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Montana Legislature shouldn't interfere with care of transgender patients
Guest column

Montana Legislature shouldn't interfere with care of transgender patients

Dr. Lauren Wilson

Dr. Lauren Wilson

The Montana Legislature, in the midst of a pandemic and state budgetary concerns, has decided to fast-track a problematic and discriminatory bill that I, as a Missoula pediatrician, am extremely concerned about.

House Bill 113 would fine medical providers up to $50,000 for providing recommended medical care to transgender youth in Montana. The House will take this bill up next week in committee.

Treating transgender youth is not medically “fringe.” Guidelines for appropriate treatment exist that have been carefully developed and endorsed by the American Academy of Pediatrics, the American College of Obstetrics and Gynecology, the Pediatric Endocrine Society, the American College of Physicians, and the American Psychological Association.

These medical guidelines provide for the evaluation of children with gender nonconformity or gender dysphoria. Sometimes, after medical and psychological evaluation, treatment is indicated. Treatment of children to delay puberty is reversible and allows the child and family sufficient time, with the ongoing medical supervision of their doctor, to come to decisions on gender identity. They can then elect further therapy to affirm that choice.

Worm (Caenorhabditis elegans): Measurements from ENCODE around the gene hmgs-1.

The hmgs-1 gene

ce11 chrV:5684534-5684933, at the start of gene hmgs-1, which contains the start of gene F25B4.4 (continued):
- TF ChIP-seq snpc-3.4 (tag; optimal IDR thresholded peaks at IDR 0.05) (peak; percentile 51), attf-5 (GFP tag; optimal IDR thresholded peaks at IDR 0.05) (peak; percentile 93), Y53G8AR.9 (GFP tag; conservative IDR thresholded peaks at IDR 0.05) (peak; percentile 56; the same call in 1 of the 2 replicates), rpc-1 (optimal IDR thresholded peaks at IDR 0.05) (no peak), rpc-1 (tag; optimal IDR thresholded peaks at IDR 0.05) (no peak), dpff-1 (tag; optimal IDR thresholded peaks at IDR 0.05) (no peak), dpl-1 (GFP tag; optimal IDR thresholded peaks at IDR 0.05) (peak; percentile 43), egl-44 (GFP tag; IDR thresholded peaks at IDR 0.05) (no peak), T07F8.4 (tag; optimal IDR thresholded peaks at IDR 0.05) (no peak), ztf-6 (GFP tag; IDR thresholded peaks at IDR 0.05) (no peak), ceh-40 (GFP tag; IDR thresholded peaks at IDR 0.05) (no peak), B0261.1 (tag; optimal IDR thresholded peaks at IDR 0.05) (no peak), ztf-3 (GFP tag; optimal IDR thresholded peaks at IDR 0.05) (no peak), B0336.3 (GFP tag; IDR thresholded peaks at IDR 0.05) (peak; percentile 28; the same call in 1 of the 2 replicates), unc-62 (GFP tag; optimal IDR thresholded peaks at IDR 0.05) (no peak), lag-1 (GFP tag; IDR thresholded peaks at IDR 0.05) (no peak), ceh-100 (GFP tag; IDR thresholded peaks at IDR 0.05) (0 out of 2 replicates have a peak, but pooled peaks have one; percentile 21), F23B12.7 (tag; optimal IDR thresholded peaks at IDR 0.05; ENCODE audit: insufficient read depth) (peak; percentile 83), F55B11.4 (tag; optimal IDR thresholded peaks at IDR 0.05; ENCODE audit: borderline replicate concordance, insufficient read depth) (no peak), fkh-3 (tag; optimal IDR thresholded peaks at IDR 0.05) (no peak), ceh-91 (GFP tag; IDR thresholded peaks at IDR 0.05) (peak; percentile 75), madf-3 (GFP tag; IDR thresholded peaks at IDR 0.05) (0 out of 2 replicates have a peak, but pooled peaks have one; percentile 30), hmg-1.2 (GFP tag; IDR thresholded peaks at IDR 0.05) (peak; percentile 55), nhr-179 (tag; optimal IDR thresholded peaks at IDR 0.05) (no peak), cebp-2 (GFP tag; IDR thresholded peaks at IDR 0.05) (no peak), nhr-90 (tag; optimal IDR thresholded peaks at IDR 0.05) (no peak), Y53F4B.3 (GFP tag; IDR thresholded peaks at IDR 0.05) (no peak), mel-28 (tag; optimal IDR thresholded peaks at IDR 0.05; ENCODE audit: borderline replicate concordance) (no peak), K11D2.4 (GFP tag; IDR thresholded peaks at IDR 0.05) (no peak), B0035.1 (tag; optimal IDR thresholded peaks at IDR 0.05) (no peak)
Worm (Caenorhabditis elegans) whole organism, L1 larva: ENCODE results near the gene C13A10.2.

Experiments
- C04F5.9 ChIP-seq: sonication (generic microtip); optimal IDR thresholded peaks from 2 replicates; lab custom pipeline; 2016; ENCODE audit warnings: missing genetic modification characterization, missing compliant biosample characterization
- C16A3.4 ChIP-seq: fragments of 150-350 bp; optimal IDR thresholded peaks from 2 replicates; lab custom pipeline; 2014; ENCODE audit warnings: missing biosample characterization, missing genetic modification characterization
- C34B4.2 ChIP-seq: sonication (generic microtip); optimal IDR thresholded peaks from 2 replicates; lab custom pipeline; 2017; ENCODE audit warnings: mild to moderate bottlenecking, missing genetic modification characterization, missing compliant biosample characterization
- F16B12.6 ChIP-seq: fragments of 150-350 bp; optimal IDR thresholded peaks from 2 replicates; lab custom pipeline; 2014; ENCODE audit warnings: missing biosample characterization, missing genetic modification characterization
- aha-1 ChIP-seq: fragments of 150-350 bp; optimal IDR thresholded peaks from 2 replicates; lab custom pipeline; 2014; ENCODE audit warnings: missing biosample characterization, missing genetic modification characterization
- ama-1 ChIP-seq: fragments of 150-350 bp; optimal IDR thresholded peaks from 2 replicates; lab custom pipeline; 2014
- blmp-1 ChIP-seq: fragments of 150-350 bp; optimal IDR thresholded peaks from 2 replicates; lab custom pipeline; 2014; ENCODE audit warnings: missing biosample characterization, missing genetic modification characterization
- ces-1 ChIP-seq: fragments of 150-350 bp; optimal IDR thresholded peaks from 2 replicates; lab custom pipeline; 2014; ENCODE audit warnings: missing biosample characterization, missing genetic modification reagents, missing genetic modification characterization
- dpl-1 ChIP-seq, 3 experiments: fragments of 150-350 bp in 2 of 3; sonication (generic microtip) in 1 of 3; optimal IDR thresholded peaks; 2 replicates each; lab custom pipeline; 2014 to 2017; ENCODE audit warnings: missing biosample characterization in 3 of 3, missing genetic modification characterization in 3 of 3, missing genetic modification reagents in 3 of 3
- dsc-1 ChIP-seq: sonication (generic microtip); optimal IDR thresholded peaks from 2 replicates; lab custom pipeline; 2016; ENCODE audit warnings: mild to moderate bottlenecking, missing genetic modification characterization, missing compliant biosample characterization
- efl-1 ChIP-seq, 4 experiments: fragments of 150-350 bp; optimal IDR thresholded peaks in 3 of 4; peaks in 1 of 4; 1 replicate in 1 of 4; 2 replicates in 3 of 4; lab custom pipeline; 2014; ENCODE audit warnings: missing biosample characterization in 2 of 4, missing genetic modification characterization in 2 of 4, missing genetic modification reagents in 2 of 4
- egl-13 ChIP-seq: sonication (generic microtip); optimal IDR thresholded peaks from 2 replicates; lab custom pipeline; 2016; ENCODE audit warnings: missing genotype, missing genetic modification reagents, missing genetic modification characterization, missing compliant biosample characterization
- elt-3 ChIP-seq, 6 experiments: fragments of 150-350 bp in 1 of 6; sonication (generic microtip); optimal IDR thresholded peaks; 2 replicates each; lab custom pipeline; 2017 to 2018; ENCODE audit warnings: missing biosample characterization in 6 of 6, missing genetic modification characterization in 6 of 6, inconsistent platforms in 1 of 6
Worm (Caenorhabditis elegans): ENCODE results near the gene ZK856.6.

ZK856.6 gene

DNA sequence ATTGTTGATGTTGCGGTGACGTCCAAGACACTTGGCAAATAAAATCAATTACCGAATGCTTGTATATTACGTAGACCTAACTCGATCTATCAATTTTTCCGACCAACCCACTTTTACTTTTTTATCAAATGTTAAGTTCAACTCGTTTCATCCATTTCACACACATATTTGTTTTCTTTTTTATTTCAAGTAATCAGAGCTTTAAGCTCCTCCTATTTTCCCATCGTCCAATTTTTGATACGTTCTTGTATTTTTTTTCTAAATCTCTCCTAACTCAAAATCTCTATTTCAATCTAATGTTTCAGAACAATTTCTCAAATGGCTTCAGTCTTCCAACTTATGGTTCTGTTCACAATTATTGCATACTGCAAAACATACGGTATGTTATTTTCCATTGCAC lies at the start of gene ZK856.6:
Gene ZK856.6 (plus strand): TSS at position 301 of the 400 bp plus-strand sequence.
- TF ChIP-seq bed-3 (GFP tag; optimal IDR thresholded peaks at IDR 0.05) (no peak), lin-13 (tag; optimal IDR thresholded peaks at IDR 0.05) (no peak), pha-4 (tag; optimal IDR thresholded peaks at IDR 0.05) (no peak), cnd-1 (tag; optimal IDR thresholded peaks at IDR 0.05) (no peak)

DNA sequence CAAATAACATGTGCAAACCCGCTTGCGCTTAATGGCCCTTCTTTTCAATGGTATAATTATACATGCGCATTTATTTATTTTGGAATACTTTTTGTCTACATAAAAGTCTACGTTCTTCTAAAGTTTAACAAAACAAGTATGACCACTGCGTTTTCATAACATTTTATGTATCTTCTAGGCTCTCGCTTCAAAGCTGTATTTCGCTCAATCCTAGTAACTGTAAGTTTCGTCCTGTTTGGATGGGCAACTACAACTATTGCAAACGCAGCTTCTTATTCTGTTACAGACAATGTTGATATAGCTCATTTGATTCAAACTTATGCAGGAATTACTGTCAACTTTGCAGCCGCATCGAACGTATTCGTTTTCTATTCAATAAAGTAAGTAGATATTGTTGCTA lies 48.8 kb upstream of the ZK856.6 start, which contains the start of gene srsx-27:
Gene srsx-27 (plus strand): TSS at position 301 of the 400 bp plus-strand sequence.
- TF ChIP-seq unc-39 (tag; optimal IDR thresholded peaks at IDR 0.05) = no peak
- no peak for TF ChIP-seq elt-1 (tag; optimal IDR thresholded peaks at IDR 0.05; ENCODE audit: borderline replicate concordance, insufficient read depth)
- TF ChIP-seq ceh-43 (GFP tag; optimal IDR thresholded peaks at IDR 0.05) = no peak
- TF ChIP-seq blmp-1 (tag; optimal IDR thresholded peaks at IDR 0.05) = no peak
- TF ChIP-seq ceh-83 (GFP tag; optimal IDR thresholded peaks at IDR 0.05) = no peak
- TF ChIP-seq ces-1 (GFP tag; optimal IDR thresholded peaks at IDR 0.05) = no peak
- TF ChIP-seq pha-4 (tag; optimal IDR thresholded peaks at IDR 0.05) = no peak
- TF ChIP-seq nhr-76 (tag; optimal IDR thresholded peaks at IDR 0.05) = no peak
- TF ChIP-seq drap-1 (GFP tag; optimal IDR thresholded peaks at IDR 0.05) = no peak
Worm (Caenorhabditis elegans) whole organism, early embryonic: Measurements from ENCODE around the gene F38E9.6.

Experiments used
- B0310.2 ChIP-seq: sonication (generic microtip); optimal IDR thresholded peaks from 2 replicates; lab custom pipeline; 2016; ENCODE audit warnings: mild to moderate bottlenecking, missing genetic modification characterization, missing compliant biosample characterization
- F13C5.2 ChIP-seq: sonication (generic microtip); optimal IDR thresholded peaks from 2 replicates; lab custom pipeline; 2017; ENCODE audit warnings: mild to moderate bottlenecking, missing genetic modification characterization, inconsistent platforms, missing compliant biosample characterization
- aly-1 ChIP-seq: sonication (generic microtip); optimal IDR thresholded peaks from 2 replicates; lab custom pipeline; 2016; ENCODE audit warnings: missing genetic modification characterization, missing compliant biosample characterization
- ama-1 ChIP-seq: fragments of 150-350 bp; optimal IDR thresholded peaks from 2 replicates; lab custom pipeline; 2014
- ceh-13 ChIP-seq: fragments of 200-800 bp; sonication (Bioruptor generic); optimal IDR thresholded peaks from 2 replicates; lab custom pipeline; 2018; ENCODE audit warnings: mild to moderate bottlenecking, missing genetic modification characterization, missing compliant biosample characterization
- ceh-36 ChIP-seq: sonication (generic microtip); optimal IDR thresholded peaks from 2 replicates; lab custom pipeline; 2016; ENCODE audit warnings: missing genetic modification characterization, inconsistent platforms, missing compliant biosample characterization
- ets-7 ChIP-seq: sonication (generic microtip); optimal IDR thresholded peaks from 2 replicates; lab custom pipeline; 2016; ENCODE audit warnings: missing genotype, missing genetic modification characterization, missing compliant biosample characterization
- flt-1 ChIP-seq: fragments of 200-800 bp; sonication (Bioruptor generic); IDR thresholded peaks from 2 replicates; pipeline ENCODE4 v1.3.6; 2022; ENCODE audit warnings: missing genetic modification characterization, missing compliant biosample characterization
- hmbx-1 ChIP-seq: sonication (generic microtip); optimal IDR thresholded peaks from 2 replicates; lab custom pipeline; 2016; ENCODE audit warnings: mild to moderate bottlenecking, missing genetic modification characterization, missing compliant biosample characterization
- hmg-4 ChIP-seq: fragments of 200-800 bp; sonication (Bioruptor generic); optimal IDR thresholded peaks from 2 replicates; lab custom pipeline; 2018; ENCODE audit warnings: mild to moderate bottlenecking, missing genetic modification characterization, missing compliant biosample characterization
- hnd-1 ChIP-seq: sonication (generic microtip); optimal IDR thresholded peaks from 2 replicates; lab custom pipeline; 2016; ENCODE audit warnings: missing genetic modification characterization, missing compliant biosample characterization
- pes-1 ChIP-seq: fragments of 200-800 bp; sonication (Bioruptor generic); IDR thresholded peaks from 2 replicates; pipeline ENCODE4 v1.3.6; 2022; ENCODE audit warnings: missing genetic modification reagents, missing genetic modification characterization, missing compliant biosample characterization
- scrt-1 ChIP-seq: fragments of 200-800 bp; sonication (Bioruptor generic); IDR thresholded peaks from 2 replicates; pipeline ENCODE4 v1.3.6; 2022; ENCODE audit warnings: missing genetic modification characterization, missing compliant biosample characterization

One-point-eight percent of youth identify as transgender, and a further 1.6% are questioning or nonconforming. This is not an easy path for many children and teenagers. Around half consider suicide, and a third attempt it. We know through research on the subject that if youth are affirmed in their gender identity by socially transitioning (just using their chosen name and gender pronouns) that the rate of suicide declines rapidly. With appropriate and careful medical care, it falls by 70%, and trangender people have every opportunity to live their lives in good health.

As a pediatrician, I fail to see how it is the duty of the Montana Legislature to interfere in my ability to provide the best possible care to my patients, in accordance with well-recognized national guidelines. Providing care that helps rather than harms is my duty according to the oath I took as I became a doctor. I do not appreciate the Montana legislature putting me in conflict between the law and the needs of my patients.

This bill would enact barriers that would cause Montana families irreversible harm, and ultimately cost lives. I urge you to contact legislators and ask them to reconsider this intrusion into my exam room, and this attack on the well-being of Montana youth.

Dr. Lauren Wilson is a pediatrics specialist in Missoula.

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